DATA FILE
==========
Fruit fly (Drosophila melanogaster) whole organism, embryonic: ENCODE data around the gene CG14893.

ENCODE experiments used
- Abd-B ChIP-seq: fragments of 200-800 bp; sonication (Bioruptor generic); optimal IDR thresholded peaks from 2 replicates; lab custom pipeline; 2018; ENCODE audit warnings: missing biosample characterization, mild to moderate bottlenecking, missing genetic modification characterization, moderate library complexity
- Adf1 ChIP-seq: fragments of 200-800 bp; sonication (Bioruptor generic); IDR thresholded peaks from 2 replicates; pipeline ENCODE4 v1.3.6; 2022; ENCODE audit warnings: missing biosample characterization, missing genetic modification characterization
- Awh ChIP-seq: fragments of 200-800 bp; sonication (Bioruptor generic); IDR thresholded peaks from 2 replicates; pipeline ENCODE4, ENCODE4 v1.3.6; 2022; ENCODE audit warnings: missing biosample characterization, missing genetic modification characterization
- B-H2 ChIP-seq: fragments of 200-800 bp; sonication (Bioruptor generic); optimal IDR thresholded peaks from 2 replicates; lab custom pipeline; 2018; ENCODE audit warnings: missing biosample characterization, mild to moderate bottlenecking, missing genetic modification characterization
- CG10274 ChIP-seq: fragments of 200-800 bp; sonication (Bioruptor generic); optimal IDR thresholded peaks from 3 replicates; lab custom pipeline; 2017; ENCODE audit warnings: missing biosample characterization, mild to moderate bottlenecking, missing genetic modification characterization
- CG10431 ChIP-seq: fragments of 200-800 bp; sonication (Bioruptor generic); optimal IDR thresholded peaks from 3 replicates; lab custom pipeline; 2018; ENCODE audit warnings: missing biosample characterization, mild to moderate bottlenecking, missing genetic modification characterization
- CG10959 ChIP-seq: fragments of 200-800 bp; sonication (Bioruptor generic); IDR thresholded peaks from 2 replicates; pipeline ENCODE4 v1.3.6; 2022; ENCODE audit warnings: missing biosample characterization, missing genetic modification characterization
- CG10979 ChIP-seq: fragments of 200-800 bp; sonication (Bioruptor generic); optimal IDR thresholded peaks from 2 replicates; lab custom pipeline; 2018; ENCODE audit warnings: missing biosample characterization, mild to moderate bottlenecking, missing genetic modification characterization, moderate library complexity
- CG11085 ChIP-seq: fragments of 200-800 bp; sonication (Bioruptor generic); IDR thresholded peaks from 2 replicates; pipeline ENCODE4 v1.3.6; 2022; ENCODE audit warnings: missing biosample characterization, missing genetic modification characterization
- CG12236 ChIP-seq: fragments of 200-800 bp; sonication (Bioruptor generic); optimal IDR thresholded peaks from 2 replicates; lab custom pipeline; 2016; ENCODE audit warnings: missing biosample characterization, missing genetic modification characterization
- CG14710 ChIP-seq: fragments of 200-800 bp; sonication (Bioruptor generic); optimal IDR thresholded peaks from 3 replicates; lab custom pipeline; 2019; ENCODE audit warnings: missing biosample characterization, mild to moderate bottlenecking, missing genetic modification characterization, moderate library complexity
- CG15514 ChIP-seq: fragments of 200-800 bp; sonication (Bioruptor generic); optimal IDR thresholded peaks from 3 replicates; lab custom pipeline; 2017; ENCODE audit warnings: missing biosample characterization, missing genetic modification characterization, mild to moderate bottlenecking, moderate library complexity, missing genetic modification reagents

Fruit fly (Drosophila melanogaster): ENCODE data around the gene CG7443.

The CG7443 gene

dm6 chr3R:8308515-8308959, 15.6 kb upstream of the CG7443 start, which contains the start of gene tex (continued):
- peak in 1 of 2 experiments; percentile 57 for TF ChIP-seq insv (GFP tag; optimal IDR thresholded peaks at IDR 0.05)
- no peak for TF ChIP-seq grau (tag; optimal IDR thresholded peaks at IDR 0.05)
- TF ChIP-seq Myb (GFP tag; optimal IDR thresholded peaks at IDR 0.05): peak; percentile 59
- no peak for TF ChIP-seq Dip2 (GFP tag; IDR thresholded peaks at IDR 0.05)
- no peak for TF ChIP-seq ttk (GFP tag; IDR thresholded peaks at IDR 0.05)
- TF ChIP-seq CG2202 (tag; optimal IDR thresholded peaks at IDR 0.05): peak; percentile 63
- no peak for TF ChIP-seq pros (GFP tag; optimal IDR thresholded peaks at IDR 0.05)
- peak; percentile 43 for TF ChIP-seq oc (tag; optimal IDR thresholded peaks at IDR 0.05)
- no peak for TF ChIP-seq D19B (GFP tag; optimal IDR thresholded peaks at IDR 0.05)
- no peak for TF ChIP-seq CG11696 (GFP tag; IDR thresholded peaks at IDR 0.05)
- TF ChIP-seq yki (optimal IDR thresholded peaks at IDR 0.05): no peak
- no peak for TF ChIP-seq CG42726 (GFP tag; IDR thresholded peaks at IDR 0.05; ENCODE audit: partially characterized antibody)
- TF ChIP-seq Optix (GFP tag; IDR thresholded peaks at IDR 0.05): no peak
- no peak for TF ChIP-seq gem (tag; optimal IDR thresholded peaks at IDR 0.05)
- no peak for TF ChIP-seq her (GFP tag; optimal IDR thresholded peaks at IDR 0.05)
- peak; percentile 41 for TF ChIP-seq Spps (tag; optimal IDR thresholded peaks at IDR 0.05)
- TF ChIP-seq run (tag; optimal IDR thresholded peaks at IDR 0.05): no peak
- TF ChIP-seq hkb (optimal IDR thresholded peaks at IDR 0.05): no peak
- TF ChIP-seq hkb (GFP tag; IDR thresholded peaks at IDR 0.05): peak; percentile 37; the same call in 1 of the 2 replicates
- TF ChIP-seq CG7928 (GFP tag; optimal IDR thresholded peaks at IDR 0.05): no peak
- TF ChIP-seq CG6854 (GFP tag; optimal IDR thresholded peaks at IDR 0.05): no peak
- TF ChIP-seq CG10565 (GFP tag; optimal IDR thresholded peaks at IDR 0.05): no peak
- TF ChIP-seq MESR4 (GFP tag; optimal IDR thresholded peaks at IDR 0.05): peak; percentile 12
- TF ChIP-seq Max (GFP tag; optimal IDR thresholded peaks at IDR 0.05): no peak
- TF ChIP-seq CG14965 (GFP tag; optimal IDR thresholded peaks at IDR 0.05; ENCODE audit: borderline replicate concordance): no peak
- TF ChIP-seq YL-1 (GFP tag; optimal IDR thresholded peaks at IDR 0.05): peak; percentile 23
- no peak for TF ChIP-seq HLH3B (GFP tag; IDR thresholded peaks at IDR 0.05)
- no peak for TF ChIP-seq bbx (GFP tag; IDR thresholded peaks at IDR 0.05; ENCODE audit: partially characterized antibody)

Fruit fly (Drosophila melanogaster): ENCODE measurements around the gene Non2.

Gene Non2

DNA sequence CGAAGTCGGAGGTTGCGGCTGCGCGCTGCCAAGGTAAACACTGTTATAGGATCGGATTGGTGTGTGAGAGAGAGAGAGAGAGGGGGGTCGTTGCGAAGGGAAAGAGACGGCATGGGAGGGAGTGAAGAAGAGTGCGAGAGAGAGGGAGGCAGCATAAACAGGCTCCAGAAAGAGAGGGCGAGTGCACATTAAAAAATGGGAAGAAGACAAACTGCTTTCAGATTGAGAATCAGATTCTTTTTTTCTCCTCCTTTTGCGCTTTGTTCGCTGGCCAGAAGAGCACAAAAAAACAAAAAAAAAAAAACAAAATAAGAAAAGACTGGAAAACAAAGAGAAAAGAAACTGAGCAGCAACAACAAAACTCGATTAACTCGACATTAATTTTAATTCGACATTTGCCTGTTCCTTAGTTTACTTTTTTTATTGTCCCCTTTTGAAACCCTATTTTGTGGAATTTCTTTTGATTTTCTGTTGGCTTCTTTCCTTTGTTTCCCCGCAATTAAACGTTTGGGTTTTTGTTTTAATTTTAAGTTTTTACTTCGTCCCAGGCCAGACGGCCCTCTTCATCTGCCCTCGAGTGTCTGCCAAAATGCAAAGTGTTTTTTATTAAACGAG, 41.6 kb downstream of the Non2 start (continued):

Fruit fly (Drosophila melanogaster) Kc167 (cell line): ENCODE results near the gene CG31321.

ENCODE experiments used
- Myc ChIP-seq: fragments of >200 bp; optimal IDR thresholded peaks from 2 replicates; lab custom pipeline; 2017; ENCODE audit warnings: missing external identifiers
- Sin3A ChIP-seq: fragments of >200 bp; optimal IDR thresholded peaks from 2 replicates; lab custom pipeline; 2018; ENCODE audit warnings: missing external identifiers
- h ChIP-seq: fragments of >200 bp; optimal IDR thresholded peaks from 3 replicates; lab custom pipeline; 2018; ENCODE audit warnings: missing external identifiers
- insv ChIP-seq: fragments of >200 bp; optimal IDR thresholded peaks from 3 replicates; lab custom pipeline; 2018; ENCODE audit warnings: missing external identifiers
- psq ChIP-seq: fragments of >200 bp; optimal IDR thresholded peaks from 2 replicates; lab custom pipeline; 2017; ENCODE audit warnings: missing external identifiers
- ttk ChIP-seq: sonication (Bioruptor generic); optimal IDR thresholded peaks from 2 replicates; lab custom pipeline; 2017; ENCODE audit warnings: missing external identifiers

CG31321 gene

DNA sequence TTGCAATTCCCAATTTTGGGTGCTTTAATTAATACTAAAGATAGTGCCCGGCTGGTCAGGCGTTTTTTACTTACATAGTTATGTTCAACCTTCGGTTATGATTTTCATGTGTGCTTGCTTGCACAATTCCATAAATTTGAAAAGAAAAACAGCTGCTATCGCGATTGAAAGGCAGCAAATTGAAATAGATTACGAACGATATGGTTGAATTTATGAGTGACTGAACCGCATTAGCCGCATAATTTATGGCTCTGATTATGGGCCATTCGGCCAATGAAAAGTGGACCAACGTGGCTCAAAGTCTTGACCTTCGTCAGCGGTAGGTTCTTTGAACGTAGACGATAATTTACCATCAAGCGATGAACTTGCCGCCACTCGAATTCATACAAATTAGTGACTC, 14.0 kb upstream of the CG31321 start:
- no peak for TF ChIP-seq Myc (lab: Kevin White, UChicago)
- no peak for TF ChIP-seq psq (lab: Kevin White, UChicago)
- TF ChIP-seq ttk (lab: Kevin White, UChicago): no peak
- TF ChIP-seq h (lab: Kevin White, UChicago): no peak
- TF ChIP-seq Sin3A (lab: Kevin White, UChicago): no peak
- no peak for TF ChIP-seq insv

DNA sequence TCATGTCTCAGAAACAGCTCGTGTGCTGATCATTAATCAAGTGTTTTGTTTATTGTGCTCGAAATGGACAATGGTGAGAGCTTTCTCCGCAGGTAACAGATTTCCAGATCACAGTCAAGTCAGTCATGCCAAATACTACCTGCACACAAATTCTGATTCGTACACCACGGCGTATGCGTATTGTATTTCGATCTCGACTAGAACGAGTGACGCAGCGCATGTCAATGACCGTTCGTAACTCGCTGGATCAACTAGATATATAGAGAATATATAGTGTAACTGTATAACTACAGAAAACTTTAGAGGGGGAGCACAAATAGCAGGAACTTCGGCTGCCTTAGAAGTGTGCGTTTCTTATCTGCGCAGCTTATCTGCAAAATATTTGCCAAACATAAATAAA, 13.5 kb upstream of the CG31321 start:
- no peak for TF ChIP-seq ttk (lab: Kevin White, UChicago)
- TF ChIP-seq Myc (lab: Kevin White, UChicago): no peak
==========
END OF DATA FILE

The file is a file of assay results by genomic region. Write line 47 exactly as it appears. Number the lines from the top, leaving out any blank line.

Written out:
Gene Non2